1) Based on flow rate and nozzle exit velocity you can calculate the minimal power for acceleration of the air. This assumes 100% efficiency of the fan and nozzle. Actual power will be more because they are not 100% efficient.
2) Estimate the power output of the low pressure turbine, which roughly equals to the power input to the fan. This could be done by connecting the LP turbine to a dyno and operate the assemble as a turbo shaft engine, or roughly estimate it by fuel consumption rate, fuel energy density, and thermal efficiency.
3) Model the takeoff process as a constant-power process, calculate the accumulated kinetic energy of the airplane and divide it by time and number of engines, which is a even more ideal case than 1). This ignores the most inefficiencies and should give the lowest number.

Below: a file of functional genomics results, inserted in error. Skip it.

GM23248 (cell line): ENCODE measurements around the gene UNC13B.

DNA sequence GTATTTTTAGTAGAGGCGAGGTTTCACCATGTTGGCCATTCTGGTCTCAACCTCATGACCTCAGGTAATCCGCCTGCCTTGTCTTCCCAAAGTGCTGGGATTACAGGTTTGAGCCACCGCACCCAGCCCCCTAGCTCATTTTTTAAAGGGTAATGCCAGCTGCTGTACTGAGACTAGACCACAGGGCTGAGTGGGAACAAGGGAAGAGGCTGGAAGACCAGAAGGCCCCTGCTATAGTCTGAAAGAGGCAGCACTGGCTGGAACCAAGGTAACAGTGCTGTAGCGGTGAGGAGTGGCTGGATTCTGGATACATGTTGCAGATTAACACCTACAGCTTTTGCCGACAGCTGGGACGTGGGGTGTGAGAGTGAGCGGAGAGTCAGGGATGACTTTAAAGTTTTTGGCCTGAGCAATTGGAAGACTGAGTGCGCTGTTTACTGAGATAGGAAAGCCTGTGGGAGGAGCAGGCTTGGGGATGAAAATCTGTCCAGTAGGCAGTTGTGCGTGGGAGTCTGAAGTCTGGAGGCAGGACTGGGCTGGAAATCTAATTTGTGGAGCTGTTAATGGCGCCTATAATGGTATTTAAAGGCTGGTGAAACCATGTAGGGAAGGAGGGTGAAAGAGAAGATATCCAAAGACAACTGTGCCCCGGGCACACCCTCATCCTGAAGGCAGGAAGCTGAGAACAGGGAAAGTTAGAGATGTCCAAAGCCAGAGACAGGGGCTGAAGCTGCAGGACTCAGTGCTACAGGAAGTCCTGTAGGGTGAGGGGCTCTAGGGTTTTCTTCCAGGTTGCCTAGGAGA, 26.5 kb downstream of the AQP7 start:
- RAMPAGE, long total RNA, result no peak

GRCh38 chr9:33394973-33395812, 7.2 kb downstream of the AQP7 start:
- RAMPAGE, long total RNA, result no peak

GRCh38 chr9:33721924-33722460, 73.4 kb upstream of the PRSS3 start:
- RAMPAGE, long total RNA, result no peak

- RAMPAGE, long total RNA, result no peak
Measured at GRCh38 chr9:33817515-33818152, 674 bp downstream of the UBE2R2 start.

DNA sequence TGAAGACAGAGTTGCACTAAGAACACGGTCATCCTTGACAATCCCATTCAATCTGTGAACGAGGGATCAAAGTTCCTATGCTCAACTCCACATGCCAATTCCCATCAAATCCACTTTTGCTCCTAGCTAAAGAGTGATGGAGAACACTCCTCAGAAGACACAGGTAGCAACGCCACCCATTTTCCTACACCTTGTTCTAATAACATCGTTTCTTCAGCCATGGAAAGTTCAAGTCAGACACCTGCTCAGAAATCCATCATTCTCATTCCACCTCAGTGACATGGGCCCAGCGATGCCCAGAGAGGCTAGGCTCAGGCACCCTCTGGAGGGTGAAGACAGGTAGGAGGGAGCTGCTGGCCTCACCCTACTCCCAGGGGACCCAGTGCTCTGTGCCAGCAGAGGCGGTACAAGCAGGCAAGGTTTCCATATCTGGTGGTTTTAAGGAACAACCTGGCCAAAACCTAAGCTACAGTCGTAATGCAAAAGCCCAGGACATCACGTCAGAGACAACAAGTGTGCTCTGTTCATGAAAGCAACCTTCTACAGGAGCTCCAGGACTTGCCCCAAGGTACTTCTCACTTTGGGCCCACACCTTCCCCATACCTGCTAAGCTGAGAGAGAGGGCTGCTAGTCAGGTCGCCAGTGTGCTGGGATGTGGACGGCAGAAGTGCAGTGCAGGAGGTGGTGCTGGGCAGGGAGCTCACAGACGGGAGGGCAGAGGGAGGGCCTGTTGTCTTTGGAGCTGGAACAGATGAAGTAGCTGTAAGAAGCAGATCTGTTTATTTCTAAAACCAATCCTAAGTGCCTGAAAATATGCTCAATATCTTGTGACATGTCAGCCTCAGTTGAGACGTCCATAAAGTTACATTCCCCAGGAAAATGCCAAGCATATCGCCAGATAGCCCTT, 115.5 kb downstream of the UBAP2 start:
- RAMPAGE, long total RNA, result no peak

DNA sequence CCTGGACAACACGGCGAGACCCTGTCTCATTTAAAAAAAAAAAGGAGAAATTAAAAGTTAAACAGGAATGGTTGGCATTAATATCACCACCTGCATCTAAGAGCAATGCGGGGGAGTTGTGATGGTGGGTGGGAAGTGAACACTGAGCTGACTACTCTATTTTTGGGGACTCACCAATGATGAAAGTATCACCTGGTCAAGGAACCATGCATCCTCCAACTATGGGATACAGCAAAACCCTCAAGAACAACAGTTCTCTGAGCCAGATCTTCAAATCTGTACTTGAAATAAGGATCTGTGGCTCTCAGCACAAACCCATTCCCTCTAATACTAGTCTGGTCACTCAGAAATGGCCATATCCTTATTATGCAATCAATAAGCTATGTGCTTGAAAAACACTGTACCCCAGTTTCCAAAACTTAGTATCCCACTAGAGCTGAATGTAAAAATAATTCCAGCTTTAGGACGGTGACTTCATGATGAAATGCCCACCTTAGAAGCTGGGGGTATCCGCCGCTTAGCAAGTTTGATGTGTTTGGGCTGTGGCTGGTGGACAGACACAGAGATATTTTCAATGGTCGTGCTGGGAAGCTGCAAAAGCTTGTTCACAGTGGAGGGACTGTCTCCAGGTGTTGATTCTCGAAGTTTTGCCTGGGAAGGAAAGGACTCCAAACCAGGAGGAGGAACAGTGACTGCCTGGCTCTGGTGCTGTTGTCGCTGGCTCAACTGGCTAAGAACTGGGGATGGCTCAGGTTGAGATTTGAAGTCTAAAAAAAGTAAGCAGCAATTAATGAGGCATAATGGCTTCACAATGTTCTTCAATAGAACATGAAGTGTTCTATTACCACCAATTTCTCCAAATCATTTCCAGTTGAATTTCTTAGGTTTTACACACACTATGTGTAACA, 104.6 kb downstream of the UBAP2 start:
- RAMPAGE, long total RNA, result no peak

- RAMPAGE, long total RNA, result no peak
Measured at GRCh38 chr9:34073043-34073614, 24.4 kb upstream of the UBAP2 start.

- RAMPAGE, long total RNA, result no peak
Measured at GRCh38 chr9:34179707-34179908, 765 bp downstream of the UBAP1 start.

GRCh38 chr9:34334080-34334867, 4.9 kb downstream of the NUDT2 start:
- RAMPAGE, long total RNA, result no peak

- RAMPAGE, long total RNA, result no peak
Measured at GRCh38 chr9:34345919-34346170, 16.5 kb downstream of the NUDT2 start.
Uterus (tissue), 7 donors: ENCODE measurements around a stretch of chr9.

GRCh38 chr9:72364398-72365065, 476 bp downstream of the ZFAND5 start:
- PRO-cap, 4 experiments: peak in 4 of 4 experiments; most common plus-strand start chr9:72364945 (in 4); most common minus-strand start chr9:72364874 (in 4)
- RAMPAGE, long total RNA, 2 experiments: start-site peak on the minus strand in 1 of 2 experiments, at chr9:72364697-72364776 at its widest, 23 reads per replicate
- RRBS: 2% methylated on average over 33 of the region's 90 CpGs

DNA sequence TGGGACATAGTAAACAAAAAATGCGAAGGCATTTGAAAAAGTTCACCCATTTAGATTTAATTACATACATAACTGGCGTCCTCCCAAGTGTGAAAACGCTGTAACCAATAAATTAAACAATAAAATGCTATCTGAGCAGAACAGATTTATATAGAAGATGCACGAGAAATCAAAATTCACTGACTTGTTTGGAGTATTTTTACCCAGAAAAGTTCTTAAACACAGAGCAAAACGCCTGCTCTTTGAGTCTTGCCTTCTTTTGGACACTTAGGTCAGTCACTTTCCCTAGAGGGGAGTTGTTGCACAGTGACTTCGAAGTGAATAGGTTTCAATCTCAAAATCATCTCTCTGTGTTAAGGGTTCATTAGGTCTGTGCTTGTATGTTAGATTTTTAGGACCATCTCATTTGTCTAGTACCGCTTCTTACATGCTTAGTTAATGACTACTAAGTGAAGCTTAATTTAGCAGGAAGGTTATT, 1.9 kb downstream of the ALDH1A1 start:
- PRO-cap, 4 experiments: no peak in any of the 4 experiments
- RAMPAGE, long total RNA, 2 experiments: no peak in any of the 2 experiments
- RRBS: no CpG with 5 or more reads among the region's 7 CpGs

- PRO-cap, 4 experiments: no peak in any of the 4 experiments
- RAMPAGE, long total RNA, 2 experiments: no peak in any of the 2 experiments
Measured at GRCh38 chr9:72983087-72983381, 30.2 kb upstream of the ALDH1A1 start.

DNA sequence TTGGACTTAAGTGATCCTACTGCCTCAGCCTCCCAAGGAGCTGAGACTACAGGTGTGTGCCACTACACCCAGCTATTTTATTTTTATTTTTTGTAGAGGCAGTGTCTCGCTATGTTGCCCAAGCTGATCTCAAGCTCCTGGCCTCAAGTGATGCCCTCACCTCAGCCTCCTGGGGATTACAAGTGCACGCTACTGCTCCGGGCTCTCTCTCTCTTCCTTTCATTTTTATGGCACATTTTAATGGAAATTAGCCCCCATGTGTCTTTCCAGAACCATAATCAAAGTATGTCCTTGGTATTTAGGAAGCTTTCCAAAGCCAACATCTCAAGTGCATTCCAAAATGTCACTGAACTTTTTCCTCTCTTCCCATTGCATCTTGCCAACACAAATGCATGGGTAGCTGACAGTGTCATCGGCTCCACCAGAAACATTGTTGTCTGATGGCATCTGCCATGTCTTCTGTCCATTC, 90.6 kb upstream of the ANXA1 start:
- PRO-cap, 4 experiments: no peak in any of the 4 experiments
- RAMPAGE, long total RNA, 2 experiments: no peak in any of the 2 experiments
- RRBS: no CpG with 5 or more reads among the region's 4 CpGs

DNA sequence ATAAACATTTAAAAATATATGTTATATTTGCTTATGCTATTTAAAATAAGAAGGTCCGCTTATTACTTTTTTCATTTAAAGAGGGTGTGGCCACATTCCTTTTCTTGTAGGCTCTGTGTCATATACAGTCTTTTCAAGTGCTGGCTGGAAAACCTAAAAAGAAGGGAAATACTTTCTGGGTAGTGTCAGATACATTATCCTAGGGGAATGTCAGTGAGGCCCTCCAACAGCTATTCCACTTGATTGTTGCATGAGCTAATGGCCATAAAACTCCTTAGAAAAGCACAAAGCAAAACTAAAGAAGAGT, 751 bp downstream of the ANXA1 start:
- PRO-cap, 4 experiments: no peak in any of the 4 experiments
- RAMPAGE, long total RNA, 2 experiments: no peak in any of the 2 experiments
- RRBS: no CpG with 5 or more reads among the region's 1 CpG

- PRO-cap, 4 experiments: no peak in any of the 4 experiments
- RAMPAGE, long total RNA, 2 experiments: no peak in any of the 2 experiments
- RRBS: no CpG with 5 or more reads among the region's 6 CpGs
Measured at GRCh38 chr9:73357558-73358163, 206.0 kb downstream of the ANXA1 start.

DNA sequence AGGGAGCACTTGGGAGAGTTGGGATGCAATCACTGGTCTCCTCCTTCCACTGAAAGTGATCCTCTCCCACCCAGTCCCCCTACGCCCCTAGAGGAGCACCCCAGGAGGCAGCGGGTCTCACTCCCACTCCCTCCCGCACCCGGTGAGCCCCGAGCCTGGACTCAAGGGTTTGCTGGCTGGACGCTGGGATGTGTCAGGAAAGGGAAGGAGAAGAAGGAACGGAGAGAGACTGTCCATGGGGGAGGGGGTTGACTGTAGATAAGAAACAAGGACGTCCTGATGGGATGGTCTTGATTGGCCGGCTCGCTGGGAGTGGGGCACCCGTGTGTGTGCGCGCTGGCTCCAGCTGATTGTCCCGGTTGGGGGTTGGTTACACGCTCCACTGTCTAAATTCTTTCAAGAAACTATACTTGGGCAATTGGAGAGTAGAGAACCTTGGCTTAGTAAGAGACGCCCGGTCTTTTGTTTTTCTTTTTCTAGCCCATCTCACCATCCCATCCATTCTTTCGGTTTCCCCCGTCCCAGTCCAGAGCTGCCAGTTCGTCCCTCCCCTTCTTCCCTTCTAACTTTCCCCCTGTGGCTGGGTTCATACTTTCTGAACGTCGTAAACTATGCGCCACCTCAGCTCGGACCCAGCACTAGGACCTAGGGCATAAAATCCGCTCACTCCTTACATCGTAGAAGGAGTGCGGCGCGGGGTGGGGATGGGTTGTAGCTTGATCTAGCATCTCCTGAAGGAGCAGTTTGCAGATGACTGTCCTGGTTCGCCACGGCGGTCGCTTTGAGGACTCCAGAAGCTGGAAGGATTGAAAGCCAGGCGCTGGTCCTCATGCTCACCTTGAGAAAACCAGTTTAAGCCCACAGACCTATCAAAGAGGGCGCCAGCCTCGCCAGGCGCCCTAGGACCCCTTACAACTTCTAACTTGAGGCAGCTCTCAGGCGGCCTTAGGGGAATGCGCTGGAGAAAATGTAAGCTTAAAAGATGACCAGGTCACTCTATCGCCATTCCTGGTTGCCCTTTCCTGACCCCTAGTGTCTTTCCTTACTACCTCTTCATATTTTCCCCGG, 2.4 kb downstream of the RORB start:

Remember, power isn't a concept tied to electricity. So the power to drive the fan has noting to do whether a electric motor is driving it or the LP turbine is driving it. The numbers are the same (if you live in a region where mechanical power and electric power are measured in the same units).
Thinking about it again, I think this question got the logic wrong.
Before the design work of a turbo fan engine, one of the most basic spec is how much power do you want to drive it with (other questions include bypass ratio and thrust).
This is not something you estimate after you have an actual engine. It's something you have to know before the engine is designed (and simulated when it's designed, and tested after it's designed).
The quickest way to know the power required to drive GE90's fan is to ask GE engineers.